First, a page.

Give a WISE Answer
Q: We are a transracial adoptive family. Our 7-year-old son, who is biracial, recently introduced his older sister (Caucasian) to a new friend. When the friend commented that the siblings looked different, our son explained that he is adopted, something he has always been comfortable sharing. The friend responded, “Why don’t you live with your real parents?” Our daughter said our son looked baffled by the question, and she was so offended that she did not know how to respond without being rude. We want our children to be polite and respectful, but we also want them to feel empowered to respond to situations like this. How can we better prepare all of our children for others’ comments and questions about adoption?
A: I can only imagine the variety of thoughts and emotions that this situation triggered for your children. It would be wonderful if we could shield all children from people and comments that hurt their feelings, but we know that’s not a realistic plan. Those in the adoption community also know that, on occasion, both children and adults say things that are usually not intended to be hurtful but can be upsetting nonetheless. Questions or comments can range from fairly benign to downright insulting and may be direct or overheard.
A good approach to preparing your family is to discuss potential situations and develop ways to respond respectfully but with purpose. Be prepared for how questions and statements may differ based on the developmental stage in play. In early preschool years, it is natural for children to notice physical differences and be uncomfortably direct. So a young child may blatantly ask “Why are you a different color than your mommy?” An elementary-age child may have some understanding of different types of families but may have limited information about adoption. A 9-year-old might ask if your adopted child lived in an orphanage or ask about “real” parents. As children approach adolescence, and identity formation becomes a developmental task, a peer’s questions or comments may turn to details about your child’s history, how he feels about being adopted, or if he plans to look for his birth family.
The Center for Adoption Support and Education (C.A.S.E) offers a family-friendly tool called the WISE Up Powerbook that explores some common remarks about adoption and four basic ways to respond. The workbook also encourages children to discuss what feelings may be triggered by certain statements or questions. Is he annoyed to be asked what country he’s from, or is he proud to discuss his heritage? Does he feel sad or angry when other children use the concept of adoption as a way to explain why he is different in some way?
The WISE Up approach may be helpful:
Walk Away or Ignore. This is the most passive option that may be well suited for a “when you can’t say something nice” moment. Children need to know it’s okay to ignore a nosey question without feeling obligated to say anything about their adoption or their family member’s adoption.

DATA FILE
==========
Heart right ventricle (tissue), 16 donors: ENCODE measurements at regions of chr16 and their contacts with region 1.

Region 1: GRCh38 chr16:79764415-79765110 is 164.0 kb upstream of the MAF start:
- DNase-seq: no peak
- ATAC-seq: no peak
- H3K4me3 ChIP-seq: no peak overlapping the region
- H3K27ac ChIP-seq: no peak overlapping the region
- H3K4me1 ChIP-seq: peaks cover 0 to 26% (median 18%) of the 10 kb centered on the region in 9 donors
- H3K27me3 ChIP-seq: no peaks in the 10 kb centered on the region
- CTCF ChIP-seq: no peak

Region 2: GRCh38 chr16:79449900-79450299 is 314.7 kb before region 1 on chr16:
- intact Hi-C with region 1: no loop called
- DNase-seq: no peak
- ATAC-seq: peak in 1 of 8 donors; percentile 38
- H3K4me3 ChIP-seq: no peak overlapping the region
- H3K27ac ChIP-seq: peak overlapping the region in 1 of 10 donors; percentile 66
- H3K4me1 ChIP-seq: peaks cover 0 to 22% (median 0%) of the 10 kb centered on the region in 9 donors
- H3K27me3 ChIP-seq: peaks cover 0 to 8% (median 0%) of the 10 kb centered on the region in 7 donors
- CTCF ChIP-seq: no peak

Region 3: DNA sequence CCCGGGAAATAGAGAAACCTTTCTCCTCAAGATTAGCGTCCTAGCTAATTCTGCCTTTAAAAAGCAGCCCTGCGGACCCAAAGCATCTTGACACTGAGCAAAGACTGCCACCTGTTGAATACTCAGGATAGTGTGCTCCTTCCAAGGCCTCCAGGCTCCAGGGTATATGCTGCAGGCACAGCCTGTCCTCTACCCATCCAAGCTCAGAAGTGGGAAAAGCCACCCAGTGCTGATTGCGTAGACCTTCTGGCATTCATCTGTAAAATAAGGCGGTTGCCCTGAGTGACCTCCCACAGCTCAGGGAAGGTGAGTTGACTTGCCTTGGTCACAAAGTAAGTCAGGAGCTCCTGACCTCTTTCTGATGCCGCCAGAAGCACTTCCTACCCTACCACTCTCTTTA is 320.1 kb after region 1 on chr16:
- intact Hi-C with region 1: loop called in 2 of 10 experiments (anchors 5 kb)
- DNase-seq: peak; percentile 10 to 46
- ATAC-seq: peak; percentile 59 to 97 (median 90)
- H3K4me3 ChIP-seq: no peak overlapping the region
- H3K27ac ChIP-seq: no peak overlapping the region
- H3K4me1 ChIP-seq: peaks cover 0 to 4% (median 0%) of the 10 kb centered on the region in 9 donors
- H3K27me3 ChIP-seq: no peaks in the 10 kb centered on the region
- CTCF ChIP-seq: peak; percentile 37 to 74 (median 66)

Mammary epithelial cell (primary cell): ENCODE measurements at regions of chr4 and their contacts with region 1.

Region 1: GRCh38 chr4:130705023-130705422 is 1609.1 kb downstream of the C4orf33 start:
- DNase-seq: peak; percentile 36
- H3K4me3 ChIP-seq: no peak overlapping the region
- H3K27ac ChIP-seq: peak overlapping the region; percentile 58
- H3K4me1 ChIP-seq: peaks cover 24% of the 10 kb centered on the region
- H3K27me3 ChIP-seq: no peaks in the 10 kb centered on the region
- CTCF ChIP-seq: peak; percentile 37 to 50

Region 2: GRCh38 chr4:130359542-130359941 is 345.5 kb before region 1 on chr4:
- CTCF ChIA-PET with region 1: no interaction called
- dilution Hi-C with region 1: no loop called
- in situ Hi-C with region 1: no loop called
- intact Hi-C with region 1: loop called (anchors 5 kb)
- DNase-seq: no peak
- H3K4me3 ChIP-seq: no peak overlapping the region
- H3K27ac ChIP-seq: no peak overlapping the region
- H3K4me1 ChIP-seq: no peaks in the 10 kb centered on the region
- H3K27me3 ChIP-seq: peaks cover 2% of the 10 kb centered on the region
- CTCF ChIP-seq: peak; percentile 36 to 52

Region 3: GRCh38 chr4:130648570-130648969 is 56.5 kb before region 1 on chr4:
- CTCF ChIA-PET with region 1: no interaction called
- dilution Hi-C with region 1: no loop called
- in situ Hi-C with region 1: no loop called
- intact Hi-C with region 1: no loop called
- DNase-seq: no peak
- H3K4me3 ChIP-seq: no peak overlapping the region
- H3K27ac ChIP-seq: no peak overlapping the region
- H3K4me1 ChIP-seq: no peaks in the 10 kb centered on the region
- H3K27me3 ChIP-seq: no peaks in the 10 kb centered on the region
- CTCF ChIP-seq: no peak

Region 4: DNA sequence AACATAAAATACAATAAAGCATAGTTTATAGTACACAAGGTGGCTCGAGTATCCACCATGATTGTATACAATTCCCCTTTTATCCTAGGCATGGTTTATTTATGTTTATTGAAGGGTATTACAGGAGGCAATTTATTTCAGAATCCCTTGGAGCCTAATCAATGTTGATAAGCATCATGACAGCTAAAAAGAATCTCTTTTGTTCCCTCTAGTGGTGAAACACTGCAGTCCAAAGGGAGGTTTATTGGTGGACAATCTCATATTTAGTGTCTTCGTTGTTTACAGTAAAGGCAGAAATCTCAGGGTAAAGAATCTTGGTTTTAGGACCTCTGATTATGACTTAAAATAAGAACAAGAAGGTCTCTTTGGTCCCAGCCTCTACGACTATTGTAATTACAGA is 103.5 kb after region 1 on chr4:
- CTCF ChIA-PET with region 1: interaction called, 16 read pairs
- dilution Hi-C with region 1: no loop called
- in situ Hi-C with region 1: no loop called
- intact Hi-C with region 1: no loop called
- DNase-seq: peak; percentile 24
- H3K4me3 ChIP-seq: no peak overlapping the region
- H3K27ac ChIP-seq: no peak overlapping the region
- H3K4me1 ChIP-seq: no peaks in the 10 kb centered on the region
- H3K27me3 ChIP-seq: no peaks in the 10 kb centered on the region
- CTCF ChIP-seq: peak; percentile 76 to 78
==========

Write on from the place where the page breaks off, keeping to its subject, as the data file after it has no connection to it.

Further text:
It’s Private. Expressing that the topic is off limits can be a powerful but simple response. It’s perfectly acceptable to say “I really only talk about that with my family” or just say “no” and change the subject.
Share something. First, talk with your immediate family about what information is okay to discuss with others. Be clear about what is shared with extended family, friends, and acquaintances as the details shared may vary. As you stated, your son has always been comfortable explaining that he joined your family through adoption. You may want to clarify whether he prefers to share that information himself or if anyone in the family can share this as well. He may also feel comfortable with immediate family knowing the reason he is not with his birth family, but this may not be a topic he or your other children discuss with their peers.
Educate them. You participated in a great deal of training prior to adopting a child; others simply do not have the same knowledge. Your family may choose to give information if you feel someone could benefit from a better understanding. For example, your daughter might have been comfortable explaining to your son’s friend that adoptive families don’t say “real parents” but rather say biological or birth family because “real” implies that the adoptive parents are “fake.” She may have then followed up with an “it’s private” response.
It will be most empowering for family members to try all different responses, possibly through role play, and evaluate which feels most comfortable to each of them. Start by establishing who can say what to whom, and then practice approaching questions and comments that may not fit comfortably in the “permissible” area. Also, revisit the discussion prior to the start of each school year or when the children may be around new people such as moving to a new neighborhood, joining a new church, or participating in a new extracurricular activity. And while you cannot avoid or even prepare for every comment or question, they can become opportunities to connect with your child as you’ve set the stage for open communication and open expression in these situations.
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